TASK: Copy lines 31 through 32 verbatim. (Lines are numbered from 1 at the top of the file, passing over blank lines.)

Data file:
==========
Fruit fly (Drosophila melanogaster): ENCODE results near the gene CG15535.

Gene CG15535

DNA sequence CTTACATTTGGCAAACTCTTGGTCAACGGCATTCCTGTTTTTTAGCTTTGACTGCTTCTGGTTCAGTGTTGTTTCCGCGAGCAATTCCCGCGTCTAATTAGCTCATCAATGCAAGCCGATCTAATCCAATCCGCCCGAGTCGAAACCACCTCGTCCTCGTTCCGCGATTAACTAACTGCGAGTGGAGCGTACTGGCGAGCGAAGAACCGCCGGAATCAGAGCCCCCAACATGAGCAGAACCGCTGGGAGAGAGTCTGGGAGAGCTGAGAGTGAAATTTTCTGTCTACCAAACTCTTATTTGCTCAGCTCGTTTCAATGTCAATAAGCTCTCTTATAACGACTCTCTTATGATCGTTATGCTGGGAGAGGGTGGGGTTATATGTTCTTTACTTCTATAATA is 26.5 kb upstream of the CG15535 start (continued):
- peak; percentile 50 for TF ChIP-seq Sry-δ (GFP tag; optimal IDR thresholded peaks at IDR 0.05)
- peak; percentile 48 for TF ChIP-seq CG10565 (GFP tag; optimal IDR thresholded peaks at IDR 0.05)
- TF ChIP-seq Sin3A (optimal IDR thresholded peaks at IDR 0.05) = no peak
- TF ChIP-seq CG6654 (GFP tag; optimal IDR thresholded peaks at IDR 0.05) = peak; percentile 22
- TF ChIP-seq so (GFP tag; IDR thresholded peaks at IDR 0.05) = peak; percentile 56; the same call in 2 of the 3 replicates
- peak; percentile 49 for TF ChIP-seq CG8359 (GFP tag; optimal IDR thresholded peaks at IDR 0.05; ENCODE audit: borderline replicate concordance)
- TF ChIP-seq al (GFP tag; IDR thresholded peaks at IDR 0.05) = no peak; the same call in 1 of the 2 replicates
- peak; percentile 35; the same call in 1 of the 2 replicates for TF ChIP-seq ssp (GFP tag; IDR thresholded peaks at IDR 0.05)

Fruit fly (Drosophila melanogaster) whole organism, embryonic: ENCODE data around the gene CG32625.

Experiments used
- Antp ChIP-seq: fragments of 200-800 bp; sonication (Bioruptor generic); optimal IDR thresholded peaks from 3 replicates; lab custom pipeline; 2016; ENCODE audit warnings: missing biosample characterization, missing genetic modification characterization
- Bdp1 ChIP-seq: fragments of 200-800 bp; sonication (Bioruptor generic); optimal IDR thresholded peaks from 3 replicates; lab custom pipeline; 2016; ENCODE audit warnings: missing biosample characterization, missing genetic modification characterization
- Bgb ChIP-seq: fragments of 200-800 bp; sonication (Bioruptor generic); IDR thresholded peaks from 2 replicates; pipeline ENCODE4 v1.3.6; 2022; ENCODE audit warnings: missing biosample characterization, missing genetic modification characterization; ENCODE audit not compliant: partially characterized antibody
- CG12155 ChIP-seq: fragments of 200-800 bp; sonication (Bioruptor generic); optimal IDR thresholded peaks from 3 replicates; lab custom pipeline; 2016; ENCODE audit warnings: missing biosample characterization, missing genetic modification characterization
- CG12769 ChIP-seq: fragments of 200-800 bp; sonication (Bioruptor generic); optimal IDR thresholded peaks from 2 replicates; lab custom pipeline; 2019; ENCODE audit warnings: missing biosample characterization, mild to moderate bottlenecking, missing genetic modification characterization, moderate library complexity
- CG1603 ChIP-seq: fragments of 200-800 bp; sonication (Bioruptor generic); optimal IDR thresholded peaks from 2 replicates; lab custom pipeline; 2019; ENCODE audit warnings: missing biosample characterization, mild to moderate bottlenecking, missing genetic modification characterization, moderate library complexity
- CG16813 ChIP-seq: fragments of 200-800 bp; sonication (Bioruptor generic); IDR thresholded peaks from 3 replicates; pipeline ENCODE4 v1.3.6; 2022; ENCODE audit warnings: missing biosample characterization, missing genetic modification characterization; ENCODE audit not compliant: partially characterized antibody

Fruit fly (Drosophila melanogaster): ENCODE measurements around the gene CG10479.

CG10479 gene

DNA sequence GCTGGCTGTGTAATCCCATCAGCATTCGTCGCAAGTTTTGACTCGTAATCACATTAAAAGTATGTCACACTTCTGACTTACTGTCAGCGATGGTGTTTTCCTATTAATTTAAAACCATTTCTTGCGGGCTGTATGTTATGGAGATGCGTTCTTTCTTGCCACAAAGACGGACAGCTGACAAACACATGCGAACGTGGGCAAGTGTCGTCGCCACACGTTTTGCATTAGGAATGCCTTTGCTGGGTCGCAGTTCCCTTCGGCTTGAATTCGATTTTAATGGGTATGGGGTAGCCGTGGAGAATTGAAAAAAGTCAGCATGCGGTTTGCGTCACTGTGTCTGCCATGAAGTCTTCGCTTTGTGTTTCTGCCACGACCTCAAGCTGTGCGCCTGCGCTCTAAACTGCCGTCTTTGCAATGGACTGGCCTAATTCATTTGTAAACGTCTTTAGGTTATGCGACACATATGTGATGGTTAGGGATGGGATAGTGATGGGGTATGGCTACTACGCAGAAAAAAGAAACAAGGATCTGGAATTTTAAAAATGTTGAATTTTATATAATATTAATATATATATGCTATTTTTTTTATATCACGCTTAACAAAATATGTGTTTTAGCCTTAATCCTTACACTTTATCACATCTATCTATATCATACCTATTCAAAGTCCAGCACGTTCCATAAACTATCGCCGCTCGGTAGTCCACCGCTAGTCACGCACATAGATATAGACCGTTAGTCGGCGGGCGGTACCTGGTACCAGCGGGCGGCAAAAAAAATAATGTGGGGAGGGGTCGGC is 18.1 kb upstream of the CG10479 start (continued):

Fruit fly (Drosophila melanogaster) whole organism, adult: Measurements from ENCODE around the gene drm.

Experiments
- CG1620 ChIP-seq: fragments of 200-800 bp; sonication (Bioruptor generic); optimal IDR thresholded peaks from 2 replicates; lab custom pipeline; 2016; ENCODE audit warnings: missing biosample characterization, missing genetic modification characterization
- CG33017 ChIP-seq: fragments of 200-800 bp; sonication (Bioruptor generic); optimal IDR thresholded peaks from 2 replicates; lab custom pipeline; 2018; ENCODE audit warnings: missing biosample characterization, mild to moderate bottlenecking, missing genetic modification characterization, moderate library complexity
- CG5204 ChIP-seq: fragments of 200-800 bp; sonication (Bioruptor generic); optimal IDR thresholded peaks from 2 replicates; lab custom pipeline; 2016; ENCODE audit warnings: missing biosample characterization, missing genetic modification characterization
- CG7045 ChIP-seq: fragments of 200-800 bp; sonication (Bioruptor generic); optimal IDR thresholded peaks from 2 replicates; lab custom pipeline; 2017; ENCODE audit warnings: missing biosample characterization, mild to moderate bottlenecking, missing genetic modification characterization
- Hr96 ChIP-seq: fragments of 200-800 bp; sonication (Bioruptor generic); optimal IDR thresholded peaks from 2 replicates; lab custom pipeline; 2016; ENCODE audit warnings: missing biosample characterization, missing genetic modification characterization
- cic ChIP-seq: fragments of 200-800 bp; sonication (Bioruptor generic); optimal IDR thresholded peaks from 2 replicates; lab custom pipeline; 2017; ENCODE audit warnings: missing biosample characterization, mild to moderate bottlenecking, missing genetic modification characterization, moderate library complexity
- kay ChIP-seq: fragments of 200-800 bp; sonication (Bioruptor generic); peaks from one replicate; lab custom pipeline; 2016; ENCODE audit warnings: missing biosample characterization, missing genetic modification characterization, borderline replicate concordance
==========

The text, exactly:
- cic ChIP-seq: fragments of 200-800 bp; sonication (Bioruptor generic); optimal IDR thresholded peaks from 2 replicates; lab custom pipeline; 2017; ENCODE audit warnings: missing biosample characterization, mild to moderate bottlenecking, missing genetic modification characterization, moderate library complexity
- kay ChIP-seq: fragments of 200-800 bp; sonication (Bioruptor generic); peaks from one replicate; lab custom pipeline; 2016; ENCODE audit warnings: missing biosample characterization, missing genetic modification characterization, borderline replicate concordance